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Conference Paper: HIV-1 Tat Plays a Role in Dysregulating Lipopolysaccharide-Induced Cytokine Expression: Implications for Immune Defects in Aids

TitleHIV-1 Tat Plays a Role in Dysregulating Lipopolysaccharide-Induced Cytokine Expression: Implications for Immune Defects in Aids
Authors
Issue Date2008
PublisherHong Kong Paediatric Society
Citation
The 1st Annual Scientifc Meeting and 2nd Annual General Meeting of Hong Kong Society for Paediatric Immunology and Infectious Diseases, Hong Kong, 17 May 2008. In Hong Kong Journal of Paediatrics (New Series), 2008, v. 13 n. 4, p. 291 How to Cite?
AbstractIntroduction: During bacterial infection, macrophages/ monocytes are activated by lipopolysaccharides (LPS), the bacterial cell wall-associated endotoxins, to trigger innate and adaptive immune responses. However, these responses are impaired in HIV-infected patients especially in children, and such immune defects may contribute to the higher incidence of secondary bacterial infections and rapid progression of AIDS. The mechanisms on how HIV impairs these immune responses are not fully understood. Previous reports including ours indicated that Tat, the transactivator for transcriptional activation of the HIV genome, is partly responsible for mediating the retrovirus-induced subversion of immunity and enhancement of HIV replication. Therefore, we hypothesise that Tat plays a role in the dysregulation of the LPS-induced immune responses, thereby contributing to the pathogenesis of AIDS. Methods: Primary human blood monocytes were pretreated with recombinant Tat protein prior to LPS addition. Expression levels of specific cytokines were assayed by Q-RTPCR and ELISA. Levels of signalling kinases and nuclear factors were examined by Western analysis. Results: Our results demonstrated that Tat differentially suppresses the LPS-induction of IFN-β but enhances the induction of IL-6. On the contrary, Tat was shown to have a slight enhancing effect on the LPS-induction of TNF-α. To investigate the underlying mechanisms of Tat in cytokine dysregulation, we showed that the HIV protein inhibits LPSinduced activation of ERK1/2 but not p38 MAP kinase. We also demonstrated that Tat suppresses LPS-induced degradation of IκBα, resulting in the release and activation of NFκB for subsequent transcription of downstream cytokines and targeted genes. Conclusion: Taken together, these results imply that Tat may suppress the host anti-viral responses due to IFN-β suppression and yet promote HIV replication via the enhancement of IL-6 expression. Hence, during Gramnegative bacterial infection in AIDS patients, Tat may play a role in dysregulating the immune responses induced by the bacteria for providing a favourable environment for HIV survival and replication. Conflict of Interest Statements: There is no conflict of interest. Parts of the results were presented in Annual Scientific Meeting 2008, Hong Kong Society for Immunology. (Supported in part by HK Research Grants Council, HKU7408/04M and HKU7594/06M)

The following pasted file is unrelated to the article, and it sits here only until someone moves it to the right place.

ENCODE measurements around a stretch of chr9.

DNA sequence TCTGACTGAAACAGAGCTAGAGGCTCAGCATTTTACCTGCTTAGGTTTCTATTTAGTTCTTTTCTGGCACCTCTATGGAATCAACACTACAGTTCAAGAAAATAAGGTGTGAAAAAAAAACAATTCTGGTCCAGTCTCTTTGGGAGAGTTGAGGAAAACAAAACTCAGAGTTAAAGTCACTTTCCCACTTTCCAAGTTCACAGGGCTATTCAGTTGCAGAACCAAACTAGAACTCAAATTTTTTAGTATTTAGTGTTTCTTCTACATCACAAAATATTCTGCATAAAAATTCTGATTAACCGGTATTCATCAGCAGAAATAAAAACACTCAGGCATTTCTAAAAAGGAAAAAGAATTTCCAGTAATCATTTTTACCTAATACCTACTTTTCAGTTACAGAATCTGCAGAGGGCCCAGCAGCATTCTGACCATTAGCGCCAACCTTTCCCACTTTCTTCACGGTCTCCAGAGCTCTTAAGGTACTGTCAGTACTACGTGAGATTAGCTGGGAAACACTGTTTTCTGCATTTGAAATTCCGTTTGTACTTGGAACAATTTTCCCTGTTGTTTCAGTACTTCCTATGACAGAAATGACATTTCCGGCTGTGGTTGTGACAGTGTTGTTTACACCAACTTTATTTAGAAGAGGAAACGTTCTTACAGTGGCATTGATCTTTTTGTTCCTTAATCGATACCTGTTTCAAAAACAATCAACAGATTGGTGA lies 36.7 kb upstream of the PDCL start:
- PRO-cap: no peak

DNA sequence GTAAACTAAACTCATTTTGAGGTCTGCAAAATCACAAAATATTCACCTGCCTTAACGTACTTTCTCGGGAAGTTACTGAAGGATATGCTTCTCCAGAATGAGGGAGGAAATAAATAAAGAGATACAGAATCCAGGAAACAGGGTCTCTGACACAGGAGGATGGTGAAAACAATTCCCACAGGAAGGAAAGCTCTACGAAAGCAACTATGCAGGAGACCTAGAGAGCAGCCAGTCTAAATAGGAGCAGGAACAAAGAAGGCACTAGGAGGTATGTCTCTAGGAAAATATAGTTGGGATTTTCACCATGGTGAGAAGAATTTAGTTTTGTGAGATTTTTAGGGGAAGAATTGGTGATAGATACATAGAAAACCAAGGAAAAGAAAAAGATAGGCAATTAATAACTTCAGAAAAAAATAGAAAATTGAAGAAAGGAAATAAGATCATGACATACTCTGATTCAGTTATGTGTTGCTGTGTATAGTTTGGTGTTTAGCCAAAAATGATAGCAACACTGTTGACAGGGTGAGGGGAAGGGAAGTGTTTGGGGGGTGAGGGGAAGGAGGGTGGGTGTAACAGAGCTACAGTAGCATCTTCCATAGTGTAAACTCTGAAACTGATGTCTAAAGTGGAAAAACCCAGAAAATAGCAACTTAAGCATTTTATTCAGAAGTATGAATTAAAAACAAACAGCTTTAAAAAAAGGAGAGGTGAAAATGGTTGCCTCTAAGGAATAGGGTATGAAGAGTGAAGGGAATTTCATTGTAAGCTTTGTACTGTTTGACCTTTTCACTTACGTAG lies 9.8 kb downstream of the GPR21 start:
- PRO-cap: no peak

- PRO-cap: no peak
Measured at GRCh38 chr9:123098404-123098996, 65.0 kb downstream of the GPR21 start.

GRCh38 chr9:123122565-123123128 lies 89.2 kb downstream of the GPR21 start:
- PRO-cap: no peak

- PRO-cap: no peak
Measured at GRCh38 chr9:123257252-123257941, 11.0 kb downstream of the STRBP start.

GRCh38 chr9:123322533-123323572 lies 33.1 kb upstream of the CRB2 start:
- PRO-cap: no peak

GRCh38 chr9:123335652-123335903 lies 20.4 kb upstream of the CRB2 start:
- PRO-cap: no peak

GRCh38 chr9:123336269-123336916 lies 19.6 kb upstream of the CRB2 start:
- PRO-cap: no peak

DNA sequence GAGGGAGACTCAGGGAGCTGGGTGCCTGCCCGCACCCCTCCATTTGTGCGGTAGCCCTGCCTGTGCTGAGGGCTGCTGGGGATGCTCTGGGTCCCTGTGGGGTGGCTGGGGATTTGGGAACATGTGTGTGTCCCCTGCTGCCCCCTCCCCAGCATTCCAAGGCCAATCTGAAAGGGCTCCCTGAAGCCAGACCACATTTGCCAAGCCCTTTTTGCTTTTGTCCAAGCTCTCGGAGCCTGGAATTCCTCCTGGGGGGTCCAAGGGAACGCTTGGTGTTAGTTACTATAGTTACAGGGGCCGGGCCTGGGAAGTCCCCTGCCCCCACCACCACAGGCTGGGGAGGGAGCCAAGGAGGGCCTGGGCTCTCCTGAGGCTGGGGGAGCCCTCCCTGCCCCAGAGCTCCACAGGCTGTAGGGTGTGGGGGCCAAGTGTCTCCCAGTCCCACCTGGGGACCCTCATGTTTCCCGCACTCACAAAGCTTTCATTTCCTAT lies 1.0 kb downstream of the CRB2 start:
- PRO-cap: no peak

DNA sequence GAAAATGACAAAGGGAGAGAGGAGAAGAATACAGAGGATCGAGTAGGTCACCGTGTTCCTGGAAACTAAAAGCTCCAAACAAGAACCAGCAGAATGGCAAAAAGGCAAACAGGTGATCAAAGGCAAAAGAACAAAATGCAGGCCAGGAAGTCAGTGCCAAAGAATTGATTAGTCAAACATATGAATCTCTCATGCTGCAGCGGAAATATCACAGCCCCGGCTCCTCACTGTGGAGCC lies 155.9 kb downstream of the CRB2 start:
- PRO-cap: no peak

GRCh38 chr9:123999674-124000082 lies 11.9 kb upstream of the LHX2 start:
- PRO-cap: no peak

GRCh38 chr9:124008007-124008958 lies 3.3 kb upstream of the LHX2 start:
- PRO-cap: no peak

Persistent Identifierhttp://hdl.handle.net/10722/105827
ISSN
2015 Impact Factor: 0.194
2015 SCImago Journal Rankings: 0.123

 

DC FieldValueLanguage
dc.contributor.authorYim, HCHen_HK
dc.contributor.authorLi, CBen_HK
dc.contributor.authorLau, ASYen_HK
dc.date.accessioned2010-09-25T22:50:19Z-
dc.date.available2010-09-25T22:50:19Z-
dc.date.issued2008en_HK